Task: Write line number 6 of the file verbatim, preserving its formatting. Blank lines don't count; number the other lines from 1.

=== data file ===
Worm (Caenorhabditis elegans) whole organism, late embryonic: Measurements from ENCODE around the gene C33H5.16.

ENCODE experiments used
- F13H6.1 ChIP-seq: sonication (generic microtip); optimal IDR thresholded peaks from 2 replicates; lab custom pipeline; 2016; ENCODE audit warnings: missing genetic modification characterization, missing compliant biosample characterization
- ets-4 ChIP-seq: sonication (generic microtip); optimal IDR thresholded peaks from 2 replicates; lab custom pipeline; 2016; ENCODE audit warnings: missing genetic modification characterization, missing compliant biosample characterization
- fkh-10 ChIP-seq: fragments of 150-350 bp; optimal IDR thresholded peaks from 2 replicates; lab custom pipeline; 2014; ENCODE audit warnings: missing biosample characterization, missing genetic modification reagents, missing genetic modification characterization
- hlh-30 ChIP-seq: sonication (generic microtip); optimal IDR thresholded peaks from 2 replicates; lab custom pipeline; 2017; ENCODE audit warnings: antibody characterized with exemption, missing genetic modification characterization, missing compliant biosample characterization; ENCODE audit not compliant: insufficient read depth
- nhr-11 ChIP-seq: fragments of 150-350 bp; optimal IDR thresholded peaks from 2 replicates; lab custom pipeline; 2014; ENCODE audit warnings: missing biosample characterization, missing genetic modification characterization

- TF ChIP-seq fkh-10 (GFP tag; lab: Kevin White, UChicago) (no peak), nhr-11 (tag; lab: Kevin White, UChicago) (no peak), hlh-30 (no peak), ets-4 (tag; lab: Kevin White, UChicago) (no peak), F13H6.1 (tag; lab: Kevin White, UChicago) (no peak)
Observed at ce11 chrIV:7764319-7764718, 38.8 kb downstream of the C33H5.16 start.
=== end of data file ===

- hlh-30 ChIP-seq: sonication (generic microtip); optimal IDR thresholded peaks from 2 replicates; lab custom pipeline; 2017; ENCODE audit warnings: antibody characterized with exemption, missing genetic modification characterization, missing compliant biosample characterization; ENCODE audit not compliant: insufficient read depth